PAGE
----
Exercising When Sick

While exercising when sick is not recommended, there are certain instances where you can continue training at a reduced intensity.

For highly active individuals there are few things more frustrating than missing training due to colds and flu. This often means that many of us will still hit the road or gym when we’re feeling under the weather. Conventional wisdom dictates that we take it easy when our bodies are fighting an infection, but it does seem that we can continue to exercise in certain instances.

The general rule of thumb, which is shared by both exercise specialists and medical practitioners, is the “neck rule”. Simply stated, if you have an infection that affects you above the neck, such as an upper respiratory tract infection (URTI) that presents as a runny nose, nasal congestion, sneezing or a minor sore throat, you can still train, albeit at reduced intensity, duration and volume.

Stop exercising immediately if you experience:

– Chest tightness or pressure
– Trouble breathing or excessive shortness of breath
– Light-headedness or dizziness
– Difficulty with balance

A study published in the journal, Medicine & Science in Sports & Exercise*, found no difference in symptoms between participants who exercised after being infected with a rhinovirus than those who simply rested.

The study also found that there was no difference in the time it took to recover from the infection by the exercising and control groups. The researchers also reported that having a cold had no effect on either lung function or exercise capacity.

There are also those who believe that exercise can make you feel better when you are suffering from a mild URTI. While this feeling can be attributed to the release of endorphins, the fact that exercise increases the diameter of blood vessels and the respiratory tract my help to explain the alleviation of certain symptoms, like nasal congestion and lethargy, post-exercise.

There are still those who believe that exercising while sick can increase the severity and duration of a cold or flu. This seems to be most prevalent among athletes who continue to train at a high intensity or for longer than 90 minutes.

So, if you choose to exercise with a mild cold or flu, it’s important to listen to your body and make rational choices based on how you feel before, during and after training.

It is advised that you cease exercise and rest if your symptoms are “below the neck”. This can include chest congestion, coughing, an upset stomach, a fever, muscle or joint pain, or general fatigue.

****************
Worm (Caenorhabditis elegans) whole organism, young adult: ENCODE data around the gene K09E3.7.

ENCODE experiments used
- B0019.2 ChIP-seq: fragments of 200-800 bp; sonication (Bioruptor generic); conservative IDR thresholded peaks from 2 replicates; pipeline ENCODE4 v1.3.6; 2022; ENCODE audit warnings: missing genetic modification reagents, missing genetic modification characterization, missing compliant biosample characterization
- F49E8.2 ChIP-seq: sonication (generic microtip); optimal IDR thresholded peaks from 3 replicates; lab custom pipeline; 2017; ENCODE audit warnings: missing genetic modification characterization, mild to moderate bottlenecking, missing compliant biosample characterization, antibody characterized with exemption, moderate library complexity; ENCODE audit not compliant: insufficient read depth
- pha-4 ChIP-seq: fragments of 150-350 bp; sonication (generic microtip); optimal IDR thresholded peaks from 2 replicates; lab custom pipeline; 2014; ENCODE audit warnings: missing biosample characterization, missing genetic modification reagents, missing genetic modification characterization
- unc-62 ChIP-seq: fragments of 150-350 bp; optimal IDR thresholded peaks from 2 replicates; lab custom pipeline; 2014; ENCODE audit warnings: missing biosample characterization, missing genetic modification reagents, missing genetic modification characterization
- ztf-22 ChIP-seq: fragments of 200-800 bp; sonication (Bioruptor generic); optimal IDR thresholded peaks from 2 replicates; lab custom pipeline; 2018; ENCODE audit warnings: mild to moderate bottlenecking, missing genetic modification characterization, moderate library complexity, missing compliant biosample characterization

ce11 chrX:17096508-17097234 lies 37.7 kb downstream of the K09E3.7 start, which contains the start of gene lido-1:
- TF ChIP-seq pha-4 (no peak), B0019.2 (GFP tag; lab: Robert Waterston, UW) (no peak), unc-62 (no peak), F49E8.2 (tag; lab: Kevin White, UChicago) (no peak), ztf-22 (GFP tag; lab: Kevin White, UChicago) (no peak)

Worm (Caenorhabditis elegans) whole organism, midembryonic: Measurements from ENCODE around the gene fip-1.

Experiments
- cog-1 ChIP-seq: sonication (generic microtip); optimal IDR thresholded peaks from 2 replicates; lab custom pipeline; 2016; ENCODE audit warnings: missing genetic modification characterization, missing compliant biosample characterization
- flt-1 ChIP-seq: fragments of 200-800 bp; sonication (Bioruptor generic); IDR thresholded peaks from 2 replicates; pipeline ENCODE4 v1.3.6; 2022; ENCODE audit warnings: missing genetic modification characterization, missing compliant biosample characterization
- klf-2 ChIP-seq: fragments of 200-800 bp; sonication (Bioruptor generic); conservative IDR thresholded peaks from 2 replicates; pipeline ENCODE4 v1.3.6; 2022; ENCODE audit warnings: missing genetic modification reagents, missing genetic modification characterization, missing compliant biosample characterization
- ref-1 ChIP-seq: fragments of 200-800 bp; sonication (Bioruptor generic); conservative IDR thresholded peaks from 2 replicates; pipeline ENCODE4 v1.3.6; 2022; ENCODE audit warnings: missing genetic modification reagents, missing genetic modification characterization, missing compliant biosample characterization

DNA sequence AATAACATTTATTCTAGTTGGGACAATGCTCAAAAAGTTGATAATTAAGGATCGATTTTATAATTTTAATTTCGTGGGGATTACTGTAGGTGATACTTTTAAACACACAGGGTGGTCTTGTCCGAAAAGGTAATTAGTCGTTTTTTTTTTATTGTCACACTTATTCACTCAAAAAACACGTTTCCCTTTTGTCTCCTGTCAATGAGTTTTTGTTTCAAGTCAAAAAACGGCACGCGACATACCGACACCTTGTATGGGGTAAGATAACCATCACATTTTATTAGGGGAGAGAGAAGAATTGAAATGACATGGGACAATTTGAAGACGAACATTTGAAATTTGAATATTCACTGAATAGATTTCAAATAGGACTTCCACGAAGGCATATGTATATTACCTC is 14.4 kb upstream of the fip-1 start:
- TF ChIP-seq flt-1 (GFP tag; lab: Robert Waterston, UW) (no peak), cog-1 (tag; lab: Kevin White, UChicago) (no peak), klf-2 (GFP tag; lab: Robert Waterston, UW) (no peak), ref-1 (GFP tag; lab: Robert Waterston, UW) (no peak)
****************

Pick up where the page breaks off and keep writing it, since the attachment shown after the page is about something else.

The reasons for this are numerous. Most importantly, certain viruses can affect the heart, which could lead to serious complications or even death in certain instances. As exercise raises your core body temperature exercising with a fever could also lead to serious complications. Exercising with a fever of 38.3 degrees Celsius or higher is contraindicated as it can lead to kidney or liver failure.

Do not exercise if your symptoms include:

– Chest congestion

– Coughing and/or wheezing

– Fever

– Muscle aches

– Joint pain

– General fatigue

Studies conducted on animals that were infected with a systemic virus found that when they were forced to exercise with fever and pain their symptoms were exacerbated, prolonged, and sometimes became life-threatening. As such, the worst thing you can do with a severe illness or virus is try to “sweat it out” with exercise.

Avoiding colds and flu

People are mainly infected with common colds and flu through direct contact (touching). Germs are spread via common objects such as hands, door handles, treadmills, weights and computer keyboards. When we touch infected objects and then touch our mouth or nose with unwashed hands we become infected. It is less common that infections are transmitted via the air, which is why it is essential to wash your hands regularly.

Regular exercise also appears to boost the immune system, which can help to reduce the number of colds you get this winter. Adequately periodised, mild-to-moderate exercise has been shown to boost the number and aggressiveness of certain immune cells, like natural killer and T cells, by as much as 300%. Intense exercise, on the other hand, can reduce immunity, so plan your training appropriately to avoid being struck down by colds and flu this winter.

Written by: Pedro van Gaalen, Managing Editor
* Study directed by Thomas G. Weidner, Ph.D., director of athletic training programs at Ball State University in Indiana